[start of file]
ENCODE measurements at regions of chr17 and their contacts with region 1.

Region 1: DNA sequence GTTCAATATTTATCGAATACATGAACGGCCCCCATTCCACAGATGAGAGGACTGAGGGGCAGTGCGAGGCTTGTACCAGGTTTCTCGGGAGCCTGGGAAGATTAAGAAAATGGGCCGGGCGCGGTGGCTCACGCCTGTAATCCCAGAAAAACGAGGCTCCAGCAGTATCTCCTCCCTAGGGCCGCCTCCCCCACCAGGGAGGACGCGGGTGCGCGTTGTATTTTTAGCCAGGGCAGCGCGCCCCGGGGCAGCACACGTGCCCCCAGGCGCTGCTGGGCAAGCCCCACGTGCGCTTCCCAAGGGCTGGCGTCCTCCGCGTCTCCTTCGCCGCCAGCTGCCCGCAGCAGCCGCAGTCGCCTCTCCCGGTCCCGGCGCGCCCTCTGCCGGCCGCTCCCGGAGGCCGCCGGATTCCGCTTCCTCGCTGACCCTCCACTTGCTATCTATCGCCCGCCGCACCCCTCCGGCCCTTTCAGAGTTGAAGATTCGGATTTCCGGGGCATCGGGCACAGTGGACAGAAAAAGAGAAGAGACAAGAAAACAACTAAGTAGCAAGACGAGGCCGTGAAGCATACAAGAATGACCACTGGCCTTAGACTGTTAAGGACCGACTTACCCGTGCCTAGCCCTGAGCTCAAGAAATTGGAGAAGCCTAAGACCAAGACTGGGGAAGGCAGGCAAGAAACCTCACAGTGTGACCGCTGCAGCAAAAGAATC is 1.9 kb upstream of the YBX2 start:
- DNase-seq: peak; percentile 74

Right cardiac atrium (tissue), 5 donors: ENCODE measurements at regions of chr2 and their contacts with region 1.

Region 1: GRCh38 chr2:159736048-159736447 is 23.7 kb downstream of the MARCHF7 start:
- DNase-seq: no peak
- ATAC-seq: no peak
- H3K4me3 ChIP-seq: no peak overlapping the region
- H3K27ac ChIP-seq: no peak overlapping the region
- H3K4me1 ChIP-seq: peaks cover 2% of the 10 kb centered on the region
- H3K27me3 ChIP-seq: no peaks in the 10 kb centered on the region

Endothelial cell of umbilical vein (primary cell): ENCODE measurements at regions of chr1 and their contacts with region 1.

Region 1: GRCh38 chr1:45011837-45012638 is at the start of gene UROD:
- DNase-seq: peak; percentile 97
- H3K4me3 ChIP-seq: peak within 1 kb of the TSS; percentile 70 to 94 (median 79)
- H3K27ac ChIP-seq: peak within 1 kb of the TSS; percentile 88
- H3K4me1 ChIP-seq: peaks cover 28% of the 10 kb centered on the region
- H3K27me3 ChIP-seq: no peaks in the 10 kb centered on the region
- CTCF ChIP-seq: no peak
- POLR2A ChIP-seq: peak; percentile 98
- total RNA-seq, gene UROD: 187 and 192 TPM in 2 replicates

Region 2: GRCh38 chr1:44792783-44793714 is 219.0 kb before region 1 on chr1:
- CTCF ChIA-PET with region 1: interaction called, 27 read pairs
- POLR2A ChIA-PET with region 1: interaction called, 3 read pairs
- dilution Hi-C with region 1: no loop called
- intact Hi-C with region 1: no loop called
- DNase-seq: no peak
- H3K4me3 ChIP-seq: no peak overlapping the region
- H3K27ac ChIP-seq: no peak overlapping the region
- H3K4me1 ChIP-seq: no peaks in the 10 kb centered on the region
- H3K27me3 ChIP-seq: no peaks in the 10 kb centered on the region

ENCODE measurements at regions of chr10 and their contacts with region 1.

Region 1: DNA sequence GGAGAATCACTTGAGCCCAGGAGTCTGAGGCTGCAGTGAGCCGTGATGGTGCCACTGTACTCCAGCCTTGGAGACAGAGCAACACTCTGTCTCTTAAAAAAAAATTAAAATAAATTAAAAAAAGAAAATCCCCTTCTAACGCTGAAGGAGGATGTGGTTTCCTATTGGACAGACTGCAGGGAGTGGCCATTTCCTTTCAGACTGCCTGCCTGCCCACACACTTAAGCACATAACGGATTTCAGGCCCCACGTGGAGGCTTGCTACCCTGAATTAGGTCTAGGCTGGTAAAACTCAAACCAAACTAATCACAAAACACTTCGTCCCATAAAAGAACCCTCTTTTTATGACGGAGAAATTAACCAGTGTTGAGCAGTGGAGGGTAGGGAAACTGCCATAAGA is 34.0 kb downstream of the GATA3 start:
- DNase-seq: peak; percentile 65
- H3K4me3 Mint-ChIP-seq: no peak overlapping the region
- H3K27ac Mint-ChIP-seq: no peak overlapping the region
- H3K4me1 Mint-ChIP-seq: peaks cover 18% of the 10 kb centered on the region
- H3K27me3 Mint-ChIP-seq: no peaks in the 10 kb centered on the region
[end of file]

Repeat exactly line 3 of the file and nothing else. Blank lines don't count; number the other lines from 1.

- DNase-seq: peak; percentile 74